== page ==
Usually smaller than M. septendecim. No orange coloration in front of the wing insertion behind the eye. Generally, abdomen entirely black.
You can rotate the 3-D models of M. cassini below to see them from all angles.
In some locations (especially at the far western end of the species’ range), individuals may have weak ventral yellow-orange marks; if present, these tend to be faded and rarely form complete stripes. These atypical M. cassini individuals may be difficult to distinguish from M. septendecula if the calling song is not available.
You can rotate the 3-D models of such atypical M. cassini below to see them from all angles.
Regardless of appearance, calling song phrases consist of a series of ticks followed by a shrill buzz. Males of M. cassini and its close 13-year relative M. tredecassini sometimes synchronize their calls and flights all at once, a display that has been likened to a “giant game of musical chairs”. Scale is 1 cm long.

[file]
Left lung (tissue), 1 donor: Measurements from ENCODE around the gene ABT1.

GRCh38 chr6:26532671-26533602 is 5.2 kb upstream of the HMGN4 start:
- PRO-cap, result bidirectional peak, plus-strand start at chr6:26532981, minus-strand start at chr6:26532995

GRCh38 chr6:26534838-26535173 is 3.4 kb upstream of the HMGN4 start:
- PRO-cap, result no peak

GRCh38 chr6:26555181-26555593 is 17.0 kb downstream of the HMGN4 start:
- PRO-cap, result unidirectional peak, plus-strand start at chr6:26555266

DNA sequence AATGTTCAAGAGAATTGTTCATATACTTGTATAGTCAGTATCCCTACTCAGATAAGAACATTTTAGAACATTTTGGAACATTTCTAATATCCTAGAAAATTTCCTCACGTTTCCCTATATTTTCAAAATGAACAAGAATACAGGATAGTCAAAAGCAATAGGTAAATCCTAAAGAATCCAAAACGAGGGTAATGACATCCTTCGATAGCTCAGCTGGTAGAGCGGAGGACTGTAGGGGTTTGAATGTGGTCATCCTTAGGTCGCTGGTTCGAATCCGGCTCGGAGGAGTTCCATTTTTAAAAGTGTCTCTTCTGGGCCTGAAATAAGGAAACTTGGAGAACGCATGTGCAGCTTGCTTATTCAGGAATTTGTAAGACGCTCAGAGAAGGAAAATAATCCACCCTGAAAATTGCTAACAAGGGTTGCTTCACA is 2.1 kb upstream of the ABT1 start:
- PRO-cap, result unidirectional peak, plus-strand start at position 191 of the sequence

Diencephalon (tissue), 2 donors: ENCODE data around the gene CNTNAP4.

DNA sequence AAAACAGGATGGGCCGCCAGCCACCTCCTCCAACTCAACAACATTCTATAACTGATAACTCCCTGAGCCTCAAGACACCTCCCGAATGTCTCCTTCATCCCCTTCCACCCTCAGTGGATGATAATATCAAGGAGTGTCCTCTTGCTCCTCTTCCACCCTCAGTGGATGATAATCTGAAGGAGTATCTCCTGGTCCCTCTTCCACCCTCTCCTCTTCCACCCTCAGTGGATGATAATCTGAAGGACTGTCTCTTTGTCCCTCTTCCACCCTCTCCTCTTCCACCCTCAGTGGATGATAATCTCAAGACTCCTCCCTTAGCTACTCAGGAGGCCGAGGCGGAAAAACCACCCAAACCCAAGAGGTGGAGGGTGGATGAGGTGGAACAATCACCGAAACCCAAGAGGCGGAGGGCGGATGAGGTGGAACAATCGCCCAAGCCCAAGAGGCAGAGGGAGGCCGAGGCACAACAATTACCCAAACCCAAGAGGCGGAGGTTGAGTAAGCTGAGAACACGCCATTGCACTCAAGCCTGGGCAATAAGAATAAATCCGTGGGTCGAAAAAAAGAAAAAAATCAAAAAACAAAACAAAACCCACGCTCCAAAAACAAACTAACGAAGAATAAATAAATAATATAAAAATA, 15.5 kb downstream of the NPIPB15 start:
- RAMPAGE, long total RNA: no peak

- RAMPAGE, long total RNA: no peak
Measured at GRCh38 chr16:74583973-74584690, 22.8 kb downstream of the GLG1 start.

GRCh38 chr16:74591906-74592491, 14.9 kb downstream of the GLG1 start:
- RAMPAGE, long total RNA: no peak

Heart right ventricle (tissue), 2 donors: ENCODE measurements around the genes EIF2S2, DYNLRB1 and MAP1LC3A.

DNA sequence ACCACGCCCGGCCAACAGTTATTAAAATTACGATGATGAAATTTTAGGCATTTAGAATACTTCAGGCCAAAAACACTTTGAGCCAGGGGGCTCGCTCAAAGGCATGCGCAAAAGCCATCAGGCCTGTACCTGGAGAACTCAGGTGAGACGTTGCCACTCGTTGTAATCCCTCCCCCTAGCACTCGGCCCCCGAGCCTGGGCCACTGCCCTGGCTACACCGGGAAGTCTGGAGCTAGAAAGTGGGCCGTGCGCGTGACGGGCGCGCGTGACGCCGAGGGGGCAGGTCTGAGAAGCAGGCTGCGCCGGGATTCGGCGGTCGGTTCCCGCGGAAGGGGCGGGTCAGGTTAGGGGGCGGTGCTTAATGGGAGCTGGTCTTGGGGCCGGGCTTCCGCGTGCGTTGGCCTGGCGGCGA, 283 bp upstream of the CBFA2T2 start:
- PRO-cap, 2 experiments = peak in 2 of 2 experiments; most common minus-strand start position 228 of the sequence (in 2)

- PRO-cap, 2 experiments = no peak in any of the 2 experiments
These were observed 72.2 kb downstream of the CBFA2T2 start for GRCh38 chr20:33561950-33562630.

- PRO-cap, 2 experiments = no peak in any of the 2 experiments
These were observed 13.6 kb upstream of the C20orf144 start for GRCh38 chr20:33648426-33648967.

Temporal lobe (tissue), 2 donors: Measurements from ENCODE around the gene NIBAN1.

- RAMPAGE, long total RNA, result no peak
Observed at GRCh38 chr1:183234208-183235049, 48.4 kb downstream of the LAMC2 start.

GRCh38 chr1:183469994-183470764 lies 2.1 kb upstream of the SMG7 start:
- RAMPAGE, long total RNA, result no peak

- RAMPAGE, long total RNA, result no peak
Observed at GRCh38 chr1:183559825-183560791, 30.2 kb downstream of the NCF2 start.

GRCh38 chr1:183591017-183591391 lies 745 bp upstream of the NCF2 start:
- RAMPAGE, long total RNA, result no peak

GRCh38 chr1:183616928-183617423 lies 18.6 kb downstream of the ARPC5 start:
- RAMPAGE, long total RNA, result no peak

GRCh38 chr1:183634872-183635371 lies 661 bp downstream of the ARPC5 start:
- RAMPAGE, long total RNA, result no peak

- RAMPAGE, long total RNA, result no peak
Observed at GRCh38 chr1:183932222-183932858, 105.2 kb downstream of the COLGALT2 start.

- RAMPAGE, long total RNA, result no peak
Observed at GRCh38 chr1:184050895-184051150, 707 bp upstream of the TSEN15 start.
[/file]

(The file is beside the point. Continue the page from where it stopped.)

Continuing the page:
Margaretta Hare Morris discovered this species in the first half of the 19th Century (Read more about her here). James Coggswell Fisher formally named the species in 1851 to honor his ornithologist friend, John Cassin. Fisher spelled the species epithet “cassinii.” However, in their 1962 monograph, Alexander and Moore (1962) spelled it “cassini.” Either spelling is acceptable (Marshall 2022).
Magicicada cassini chorus:
Magicicada cassini songs:
Courtship I/Calling song
Courtship II song
Courtship III song
In the map below, cicada symbols are verified records in our database as of August 2023. This map may not be reproduced without written permission.
Alexander, R. D., and T. E. Moore. 1962. The evolutionary relationships of 17-year and 13-year cicadas, and three new species. (Homoptera: Cicadidae, Magicicada). University of Michigan Museum of Zoology Miscellaneous Publication 121:1-59.